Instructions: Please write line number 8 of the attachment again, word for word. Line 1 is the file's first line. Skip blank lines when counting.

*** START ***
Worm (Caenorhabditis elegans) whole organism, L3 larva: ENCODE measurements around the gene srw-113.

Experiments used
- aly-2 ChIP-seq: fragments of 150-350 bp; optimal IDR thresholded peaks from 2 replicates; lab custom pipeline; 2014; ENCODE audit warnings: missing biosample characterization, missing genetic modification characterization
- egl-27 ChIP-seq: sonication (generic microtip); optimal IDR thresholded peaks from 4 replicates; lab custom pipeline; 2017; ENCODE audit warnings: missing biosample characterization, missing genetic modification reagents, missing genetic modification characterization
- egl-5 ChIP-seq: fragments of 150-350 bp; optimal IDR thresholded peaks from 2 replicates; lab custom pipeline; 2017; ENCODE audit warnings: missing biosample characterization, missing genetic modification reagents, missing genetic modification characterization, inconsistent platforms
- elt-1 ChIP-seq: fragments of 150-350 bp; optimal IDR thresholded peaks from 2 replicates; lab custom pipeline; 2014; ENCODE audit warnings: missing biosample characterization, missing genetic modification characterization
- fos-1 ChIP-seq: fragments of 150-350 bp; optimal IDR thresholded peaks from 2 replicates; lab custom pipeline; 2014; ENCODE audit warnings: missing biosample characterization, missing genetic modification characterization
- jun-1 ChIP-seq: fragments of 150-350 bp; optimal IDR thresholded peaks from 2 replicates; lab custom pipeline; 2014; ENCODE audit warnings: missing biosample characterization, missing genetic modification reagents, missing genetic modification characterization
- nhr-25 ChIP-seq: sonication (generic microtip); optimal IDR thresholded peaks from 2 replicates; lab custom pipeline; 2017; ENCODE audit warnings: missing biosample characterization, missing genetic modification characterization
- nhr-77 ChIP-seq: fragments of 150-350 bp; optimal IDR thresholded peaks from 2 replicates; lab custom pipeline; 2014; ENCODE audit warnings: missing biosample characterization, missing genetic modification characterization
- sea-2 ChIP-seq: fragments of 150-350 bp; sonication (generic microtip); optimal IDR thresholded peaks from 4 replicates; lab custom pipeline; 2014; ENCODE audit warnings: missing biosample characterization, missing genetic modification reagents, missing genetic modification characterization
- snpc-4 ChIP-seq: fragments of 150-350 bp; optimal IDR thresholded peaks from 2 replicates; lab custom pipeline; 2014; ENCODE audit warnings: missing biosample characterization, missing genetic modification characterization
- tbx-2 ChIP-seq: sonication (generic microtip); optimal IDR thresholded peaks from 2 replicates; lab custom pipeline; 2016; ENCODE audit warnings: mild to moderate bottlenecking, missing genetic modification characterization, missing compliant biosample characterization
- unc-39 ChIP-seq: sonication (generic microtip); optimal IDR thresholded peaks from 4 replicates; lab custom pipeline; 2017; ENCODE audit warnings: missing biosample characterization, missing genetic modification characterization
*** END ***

- jun-1 ChIP-seq: fragments of 150-350 bp; optimal IDR thresholded peaks from 2 replicates; lab custom pipeline; 2014; ENCODE audit warnings: missing biosample characterization, missing genetic modification reagents, missing genetic modification characterization